With more people than ever working from home, we have seen a huge shift across our practice in client demand when it comes to office layout and interior design. To coincide with a ‘hybrid’ model of working, clients are pursuing more sociable spaces that promote collaboration and learning. Less emphasis is being placed on creating static workstations for siloed activities that could be carried out at home.
With less focus on workstations, it makes sense for some organisations to revaluate their spatial requirements, with ratios of employees working from home vs in the office increasing. This can help with overheads, but also provides a time to refresh and replenish the old static workplace.
Others are choosing to retain their square footage in order to transform static areas into more agile working spaces and boost flexibility to become a ‘destination’ in themselves; providing an exciting, attractive environment to entice people from their homes into an active workplace.
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The general look and feel of the workplace is also shifting. Organisations are looking to create a ‘home from home’ feel that is comfortable and relaxed, yet functional in allowing their employees to carry out their day-to-day tasks in a way that suits their needs and workstyles. It is important to provide an atmosphere that draws footfall into the space because it feels different from a domestic setting and offers additional functionality.
In this sense, workplace design is moving closer towards finishes more traditionally associated with the hospitality sector; we can sleep and eat at home, but we go to a hotel for an experience away from the norm.
Covid-19 has proven that many of us can work from home, but it has also given us an appreciation for getting out of the house and pursuing novel experiences and interactions. By creating a workplace akin to the hospitality sector in look and feel, staff are more likely to perceive office-based activities in a positive light, in turn promoting creativity, collaboration and ultimately productivity.
Looking at the specific design requirements necessary to create a ‘destination’ office that is fit for purpose, technological advancements on the back of Covid-19 have had a considerable impact. With more meetings taking place through virtual technology, there is greater need to control general noise levels through acoustic buffers.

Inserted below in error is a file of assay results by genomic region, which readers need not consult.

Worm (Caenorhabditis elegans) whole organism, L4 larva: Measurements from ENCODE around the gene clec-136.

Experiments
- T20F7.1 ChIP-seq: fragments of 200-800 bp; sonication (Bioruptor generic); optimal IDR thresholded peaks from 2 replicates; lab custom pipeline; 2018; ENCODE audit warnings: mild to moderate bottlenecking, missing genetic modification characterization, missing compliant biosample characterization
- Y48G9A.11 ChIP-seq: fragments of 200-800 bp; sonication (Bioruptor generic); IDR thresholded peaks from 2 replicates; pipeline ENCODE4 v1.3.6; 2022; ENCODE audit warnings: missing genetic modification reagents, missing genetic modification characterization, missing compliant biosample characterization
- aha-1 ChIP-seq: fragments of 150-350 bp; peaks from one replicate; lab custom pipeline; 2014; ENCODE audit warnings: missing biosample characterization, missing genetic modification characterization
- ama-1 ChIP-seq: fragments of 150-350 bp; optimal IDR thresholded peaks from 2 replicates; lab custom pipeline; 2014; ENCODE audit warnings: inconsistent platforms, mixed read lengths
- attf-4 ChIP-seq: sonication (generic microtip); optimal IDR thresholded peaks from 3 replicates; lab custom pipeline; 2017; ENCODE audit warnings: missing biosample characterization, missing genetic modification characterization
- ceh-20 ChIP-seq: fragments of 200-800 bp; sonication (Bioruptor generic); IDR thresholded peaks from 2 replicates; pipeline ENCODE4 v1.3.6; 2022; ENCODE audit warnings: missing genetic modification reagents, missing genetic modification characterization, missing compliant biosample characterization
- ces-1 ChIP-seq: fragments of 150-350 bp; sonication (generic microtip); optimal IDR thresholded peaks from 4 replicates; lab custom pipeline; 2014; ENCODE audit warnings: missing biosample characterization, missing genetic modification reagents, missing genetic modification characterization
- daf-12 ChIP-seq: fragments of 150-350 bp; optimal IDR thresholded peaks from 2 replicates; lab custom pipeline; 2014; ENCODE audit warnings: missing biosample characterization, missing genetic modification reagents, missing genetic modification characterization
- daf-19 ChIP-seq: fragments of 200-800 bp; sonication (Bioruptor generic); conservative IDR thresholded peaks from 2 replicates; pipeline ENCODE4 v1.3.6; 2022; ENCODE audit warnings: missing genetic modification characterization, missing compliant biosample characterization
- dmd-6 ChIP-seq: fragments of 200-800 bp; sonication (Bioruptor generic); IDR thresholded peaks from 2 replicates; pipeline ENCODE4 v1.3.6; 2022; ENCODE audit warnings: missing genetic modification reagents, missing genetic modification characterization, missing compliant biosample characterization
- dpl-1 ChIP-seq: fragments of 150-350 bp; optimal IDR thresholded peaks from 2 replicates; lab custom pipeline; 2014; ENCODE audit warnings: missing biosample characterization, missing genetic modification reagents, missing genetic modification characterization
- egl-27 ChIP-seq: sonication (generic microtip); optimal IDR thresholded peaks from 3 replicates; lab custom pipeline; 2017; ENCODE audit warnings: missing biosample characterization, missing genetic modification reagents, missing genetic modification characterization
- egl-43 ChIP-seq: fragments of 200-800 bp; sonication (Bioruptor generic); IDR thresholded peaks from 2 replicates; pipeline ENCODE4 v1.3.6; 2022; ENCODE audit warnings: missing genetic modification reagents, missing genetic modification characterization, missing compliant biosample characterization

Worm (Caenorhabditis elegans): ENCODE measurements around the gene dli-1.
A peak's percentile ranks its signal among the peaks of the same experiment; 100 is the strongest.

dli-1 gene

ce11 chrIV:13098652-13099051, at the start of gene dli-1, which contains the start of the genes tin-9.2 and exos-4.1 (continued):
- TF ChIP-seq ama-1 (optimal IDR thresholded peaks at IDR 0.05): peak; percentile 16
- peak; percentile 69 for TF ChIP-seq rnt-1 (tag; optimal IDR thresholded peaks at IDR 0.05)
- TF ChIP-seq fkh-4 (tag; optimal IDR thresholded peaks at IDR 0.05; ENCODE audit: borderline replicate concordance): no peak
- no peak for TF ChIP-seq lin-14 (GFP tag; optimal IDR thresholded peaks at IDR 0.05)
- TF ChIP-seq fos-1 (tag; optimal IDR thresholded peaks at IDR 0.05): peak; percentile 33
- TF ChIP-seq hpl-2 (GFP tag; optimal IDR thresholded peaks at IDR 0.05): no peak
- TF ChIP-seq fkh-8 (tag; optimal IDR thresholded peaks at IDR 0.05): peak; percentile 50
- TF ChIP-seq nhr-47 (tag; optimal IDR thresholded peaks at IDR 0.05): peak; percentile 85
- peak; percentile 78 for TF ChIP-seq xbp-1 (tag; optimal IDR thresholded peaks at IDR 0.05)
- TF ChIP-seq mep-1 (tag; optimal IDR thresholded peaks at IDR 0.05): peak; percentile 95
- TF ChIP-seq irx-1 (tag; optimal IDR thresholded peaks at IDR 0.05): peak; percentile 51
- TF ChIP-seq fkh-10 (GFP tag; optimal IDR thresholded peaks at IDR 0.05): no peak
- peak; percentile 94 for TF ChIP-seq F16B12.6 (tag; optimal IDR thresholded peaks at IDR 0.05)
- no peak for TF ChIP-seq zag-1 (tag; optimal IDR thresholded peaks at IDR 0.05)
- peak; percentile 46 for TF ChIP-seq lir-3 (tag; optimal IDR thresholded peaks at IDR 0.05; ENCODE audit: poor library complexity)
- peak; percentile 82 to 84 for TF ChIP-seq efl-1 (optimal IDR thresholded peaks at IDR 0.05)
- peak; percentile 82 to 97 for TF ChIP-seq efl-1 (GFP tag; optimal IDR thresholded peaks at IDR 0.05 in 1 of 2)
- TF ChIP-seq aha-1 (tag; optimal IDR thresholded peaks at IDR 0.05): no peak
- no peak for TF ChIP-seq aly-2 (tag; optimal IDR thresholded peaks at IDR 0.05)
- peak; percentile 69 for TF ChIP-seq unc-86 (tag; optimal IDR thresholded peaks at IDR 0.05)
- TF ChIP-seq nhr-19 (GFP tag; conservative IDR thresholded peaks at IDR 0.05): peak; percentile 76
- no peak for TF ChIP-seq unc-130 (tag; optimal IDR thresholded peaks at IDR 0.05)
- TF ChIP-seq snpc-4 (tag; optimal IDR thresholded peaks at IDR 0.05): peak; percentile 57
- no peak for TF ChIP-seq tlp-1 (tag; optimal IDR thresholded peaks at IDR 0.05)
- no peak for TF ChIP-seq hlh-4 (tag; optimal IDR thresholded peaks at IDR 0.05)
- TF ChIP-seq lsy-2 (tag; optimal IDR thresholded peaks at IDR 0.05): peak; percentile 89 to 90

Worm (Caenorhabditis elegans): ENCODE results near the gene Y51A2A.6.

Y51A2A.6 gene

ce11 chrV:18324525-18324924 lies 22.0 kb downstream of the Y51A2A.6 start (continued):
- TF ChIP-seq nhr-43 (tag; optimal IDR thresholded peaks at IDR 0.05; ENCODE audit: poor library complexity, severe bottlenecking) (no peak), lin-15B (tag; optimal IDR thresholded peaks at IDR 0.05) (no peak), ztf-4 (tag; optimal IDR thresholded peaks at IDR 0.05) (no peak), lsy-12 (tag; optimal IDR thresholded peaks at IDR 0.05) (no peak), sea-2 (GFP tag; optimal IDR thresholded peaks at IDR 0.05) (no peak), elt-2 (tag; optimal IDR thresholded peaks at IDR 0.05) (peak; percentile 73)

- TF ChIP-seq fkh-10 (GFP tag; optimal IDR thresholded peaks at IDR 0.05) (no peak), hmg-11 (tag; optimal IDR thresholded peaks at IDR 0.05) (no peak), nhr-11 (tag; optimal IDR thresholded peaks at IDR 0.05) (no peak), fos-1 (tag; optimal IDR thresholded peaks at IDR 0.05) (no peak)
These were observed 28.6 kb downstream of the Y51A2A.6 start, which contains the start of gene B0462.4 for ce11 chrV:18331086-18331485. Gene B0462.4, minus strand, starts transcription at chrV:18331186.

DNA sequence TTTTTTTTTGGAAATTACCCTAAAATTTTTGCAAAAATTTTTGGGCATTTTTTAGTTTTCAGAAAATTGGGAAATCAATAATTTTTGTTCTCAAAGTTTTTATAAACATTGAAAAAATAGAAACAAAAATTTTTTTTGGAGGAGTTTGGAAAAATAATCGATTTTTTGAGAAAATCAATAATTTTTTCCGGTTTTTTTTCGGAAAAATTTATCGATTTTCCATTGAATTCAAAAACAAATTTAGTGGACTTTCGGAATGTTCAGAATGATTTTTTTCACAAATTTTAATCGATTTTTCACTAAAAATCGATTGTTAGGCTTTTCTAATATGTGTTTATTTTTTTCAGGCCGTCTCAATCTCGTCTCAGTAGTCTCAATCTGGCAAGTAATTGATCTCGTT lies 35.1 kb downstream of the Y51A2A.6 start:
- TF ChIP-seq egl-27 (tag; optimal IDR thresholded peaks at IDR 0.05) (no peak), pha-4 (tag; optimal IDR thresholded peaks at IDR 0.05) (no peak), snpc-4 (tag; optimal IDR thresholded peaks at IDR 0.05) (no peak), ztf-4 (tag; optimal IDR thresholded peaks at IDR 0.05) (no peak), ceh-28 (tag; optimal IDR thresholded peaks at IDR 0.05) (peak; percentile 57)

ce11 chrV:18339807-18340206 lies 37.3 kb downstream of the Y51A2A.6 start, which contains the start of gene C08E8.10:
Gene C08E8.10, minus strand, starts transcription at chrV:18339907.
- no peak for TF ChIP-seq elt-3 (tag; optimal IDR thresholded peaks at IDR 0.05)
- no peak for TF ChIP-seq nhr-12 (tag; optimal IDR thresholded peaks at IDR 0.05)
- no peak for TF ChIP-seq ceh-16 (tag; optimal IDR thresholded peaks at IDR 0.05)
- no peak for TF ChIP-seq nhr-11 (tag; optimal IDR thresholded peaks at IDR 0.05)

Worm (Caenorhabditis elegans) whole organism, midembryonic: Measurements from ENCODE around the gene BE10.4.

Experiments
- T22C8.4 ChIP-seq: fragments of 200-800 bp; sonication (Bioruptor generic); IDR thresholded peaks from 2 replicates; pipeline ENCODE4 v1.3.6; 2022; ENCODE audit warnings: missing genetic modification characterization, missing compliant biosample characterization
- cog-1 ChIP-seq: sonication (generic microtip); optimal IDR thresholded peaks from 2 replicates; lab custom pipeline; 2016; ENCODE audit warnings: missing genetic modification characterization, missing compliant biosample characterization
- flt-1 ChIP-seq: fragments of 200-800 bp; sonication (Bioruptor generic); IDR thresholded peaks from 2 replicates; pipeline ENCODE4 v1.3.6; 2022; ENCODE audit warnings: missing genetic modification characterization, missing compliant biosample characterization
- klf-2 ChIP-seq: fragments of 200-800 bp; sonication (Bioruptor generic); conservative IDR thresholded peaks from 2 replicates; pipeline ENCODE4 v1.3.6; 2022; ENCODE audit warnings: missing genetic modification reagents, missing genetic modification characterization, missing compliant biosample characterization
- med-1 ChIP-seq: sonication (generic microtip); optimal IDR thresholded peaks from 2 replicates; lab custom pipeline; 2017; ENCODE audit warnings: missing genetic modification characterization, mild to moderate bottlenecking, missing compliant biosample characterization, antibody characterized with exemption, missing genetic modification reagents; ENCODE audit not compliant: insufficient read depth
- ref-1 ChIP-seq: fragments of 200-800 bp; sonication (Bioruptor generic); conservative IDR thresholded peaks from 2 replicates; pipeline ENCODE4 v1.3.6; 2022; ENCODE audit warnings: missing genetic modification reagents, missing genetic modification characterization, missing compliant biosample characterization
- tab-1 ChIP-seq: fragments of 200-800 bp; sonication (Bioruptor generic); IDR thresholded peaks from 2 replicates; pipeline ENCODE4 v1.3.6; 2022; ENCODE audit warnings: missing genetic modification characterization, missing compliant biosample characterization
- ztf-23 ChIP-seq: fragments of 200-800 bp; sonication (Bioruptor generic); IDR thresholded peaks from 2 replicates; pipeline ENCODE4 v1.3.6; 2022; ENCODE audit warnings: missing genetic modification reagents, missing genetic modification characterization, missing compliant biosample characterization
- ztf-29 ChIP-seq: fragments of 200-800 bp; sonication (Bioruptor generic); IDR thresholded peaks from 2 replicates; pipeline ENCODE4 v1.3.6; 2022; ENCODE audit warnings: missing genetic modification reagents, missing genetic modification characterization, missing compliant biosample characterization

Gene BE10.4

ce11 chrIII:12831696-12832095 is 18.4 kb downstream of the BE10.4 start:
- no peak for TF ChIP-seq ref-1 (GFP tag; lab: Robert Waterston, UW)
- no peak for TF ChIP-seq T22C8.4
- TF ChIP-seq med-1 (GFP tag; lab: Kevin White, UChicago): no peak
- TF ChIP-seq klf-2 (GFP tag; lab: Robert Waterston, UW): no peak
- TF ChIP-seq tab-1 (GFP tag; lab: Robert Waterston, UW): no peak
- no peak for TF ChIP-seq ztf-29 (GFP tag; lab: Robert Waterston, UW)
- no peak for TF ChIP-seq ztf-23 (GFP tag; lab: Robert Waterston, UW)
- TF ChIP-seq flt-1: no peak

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Beyond designated booths with sound control, general office acoustic levels can be controlled through increased acoustic baffles, wraparound desk pads or soundmasking.
The Integration of technology into furniture and spaces is also important for ensuring that everyone has access to IT facilities, whether using the traditional desk or collaborative furniture. Additional media units throughout task spaces are also key for promoting effective collaboration, including those ‘dialling in’ from home.
In order for offices to become ‘destination’ spaces for teams to come together, greater flexibility in layout and furniture is required to create hubs to cater for activities that are difficult to complete at home.
This will vary from sector to sector; for example, some industries are paper heavy and employees will prefer to manage paperwork in the office (legal industry), others require regular collaboration and break out areas for thinking (creative industry).
Read more: How do you successfully implement a hybrid working model?
On the flip side, some industries require minimal ‘in-person’ workplace interaction, but may wish to have a space in place to promote company values and create a hub that reflects their corporate culture and staff focus (IT industry).
Creative industry clients may wish to opt for bleacher seating to facilitate knowledge sharing sessions, whereas IT clients may wish to include complimentary catering and relaxation facilities to promote staff wellness and retention.
It appears that both employers and employees have realised the benefits of moving away from the normal white static office to more flexible, warmer environment that harbours and promotes staff wellbeing and talents.
Image courtesy of Todd Architects